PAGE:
PENN STATE POULTRY SCIENCE CLUB

Talking turkey: PSU students accrue experience by raising, selling birds for Thanksgiving fundraiser

PSU students accrue experience by raising, selling birds for Thanksgiving fundraiser

For the CDTNovember 18, 2012 

  • IF YOU GO

    WHAT: Penn State Poultry Science Club fall turkey harvest

    WHEN: Noon to 6 p.m. today and, if needed, 10 a.m. to 5 p.m. Tuesday

    WHERE: Penn State Poultry Education and Research Center at the end of North University Drive. Turn on Tower Road and follow the signs.

    DETAILS: Freshly dressed and shrink-wrapped hen turkeys will be sold on a first-come, first-served basis at $1.50 per pound. The dressed turkeys weigh between 12 and 15 pounds.

— For at least 30 years, Penn State’s Poultry Science Club has undertaken a fundraising project that is truly hands-on.

This year it started Aug. 25, when more than 500 day-old turkeys arrived at the Penn State poultry farm.

Professor Michael Hulet runs a research project, which the birds are a part of. He has about 2,400 to 3,200 birds each year, and his research does not affect raising the turkeys.

Along with the club, Hulet’s Poultry Production and Management class and another agriculture class help raise the birds.

The results of their efforts, minus a number of birds sold to a private business, are about 400 freshly processed and shrink-wrapped turkeys that will go on sale today and Tuesday, just in time for Thanksgiving.

Phillip Clauer, club adviser and professor in the College of Agricultural Sciences, said the project works out so the company that underwrites the research project basically donates 400 to 500 birds to the club at the end.

The sale, which is entirely student-run, pays for the club’s trip to the International Poultry Expo in Atlanta every January, said club President Taylor Young, a junior majoring in animal science, with a minor in poultry and avian science.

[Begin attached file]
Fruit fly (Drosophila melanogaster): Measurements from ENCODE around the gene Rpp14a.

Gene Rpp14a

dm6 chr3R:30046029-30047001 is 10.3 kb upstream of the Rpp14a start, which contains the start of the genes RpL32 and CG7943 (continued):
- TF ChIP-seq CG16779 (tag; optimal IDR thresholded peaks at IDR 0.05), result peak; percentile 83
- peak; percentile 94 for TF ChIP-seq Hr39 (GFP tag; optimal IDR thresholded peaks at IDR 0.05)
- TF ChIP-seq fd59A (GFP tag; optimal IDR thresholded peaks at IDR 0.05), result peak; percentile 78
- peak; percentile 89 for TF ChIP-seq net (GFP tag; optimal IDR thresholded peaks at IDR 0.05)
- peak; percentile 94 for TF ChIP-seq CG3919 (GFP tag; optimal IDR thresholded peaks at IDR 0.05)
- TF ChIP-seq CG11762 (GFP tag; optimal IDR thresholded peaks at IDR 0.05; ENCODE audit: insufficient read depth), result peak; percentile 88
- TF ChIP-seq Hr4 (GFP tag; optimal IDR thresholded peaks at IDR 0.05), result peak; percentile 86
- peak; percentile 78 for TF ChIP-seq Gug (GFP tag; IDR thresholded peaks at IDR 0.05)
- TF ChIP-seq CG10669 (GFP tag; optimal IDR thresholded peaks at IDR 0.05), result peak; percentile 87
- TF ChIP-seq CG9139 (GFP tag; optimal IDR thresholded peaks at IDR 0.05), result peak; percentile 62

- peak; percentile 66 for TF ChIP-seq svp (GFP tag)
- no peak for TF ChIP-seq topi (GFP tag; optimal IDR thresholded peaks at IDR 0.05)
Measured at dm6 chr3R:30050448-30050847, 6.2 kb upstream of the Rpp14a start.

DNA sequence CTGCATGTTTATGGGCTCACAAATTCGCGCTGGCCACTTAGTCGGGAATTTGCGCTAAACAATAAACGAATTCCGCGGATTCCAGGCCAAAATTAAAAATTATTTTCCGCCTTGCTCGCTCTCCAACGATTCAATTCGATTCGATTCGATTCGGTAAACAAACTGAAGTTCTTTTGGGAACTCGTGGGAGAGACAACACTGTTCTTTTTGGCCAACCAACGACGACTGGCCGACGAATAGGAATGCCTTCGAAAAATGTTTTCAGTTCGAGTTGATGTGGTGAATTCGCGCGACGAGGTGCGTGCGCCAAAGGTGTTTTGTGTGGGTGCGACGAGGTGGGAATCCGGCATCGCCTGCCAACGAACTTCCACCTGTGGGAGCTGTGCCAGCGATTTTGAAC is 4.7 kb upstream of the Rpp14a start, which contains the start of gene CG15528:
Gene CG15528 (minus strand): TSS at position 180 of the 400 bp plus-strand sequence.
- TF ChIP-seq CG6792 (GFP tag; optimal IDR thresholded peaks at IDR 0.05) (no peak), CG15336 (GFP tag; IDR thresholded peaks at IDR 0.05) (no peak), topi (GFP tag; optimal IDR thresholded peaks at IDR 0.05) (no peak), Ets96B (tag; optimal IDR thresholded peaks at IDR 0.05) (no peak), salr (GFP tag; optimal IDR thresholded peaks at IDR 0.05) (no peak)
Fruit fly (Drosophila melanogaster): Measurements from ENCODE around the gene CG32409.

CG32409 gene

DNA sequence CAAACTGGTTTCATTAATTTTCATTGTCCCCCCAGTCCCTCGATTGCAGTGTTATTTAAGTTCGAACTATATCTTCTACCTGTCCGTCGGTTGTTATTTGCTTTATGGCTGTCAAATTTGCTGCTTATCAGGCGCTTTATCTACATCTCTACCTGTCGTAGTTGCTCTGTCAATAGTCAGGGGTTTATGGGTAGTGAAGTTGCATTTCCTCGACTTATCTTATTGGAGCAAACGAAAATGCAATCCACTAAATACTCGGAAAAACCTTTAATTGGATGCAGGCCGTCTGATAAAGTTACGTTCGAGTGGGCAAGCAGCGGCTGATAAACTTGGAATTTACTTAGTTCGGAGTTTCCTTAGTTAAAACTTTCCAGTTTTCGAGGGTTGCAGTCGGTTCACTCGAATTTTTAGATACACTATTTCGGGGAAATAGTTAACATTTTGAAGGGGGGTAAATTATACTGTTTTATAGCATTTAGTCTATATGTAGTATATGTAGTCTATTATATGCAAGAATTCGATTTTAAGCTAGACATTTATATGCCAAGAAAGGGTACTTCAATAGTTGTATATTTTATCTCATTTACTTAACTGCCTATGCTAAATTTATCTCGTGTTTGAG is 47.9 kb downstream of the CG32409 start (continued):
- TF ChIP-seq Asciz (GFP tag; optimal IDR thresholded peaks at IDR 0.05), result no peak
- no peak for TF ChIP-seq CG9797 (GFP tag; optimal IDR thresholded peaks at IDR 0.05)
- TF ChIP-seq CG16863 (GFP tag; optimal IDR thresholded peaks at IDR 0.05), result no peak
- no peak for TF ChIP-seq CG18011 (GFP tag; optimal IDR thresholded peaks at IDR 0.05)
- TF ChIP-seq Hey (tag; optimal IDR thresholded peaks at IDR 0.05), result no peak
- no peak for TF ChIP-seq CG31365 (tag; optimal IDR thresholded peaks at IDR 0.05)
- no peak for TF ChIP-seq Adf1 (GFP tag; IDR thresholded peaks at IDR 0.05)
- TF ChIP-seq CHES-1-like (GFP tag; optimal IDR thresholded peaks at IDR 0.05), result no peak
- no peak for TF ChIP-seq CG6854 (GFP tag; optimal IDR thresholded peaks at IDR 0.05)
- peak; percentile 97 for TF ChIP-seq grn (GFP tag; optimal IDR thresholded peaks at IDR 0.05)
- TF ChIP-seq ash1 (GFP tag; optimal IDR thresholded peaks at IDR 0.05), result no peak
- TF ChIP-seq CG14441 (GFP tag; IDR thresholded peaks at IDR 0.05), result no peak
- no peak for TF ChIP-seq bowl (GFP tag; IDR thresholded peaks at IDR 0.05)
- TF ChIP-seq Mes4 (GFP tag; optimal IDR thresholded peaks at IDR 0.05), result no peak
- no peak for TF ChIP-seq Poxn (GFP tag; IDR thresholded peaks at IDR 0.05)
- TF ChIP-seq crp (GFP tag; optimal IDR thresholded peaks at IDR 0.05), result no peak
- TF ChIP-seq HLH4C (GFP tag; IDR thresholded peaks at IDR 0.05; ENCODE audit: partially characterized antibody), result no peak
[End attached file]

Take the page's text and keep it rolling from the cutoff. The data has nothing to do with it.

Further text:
For a club member to attend, he or she must work eight hours at the turkey sale, scrapbook an entire page and do a day farm show, said Clauer.

Clauer said that profit varies year to year but it typically ranges from $6,000 to $12,000 annually.

The club has 35 members, 25 of whom are considered active, and the majority help out with the turkey harvest, Young said. Clauer also added that between the club and the classes that help, along with supervisors, there will be about 60 people processing and selling the turkeys.

Clauer called the sale an efficient and educational way to raise money for the club.

“In some instances students learn more in this extracurricular fundraiser than a lot of them do in a class,” he said.

The club started processing the turkeys on Friday and planned to work through the weekend to get them ready to sell. The club’s process of killing and cleaning the birds is humane and approved by the state Department of Agriculture, Young said.

The students began working at 5:30 a.m. Friday and will continue until all of the turkeys are sold. Students work directly to harvest the bird, package it for sale, and with customers, Clauer said.

This year the club planned to prepare 400 turkeys, but it doesn’t take orders in advance, Young said, because “there is no way to predict how the turkeys will turn out.”

The sale has proved popular over the years. Last year the sale continued into Tuesday, Young said, but two years ago the birds were gone on Monday.

The club has not had to do much advertising because it heavily relies on word-of-mouth. Clauer said there is an announcement that goes out in the college’s newsletter, but that is about it.

The club’s main buyers are Penn State faculty and staff, Office of Physical Plant members, locals and even alumni who know about the sale and find a way to get a turkey.

Clauer said there was even an alumnus from northern Virginia who used to come up for 64 turkeys to give as a present to everyone in his company. He used a pickup truck full of ice to safely transport the turkeys and did it for three years.

Young said she hopes to perhaps open the doors by 11:30 a.m. today for the noon start, but she expects to see a line of customers by 10:30.

 

Megan Flood and Kimberly Valarezo are Penn State journalism students.

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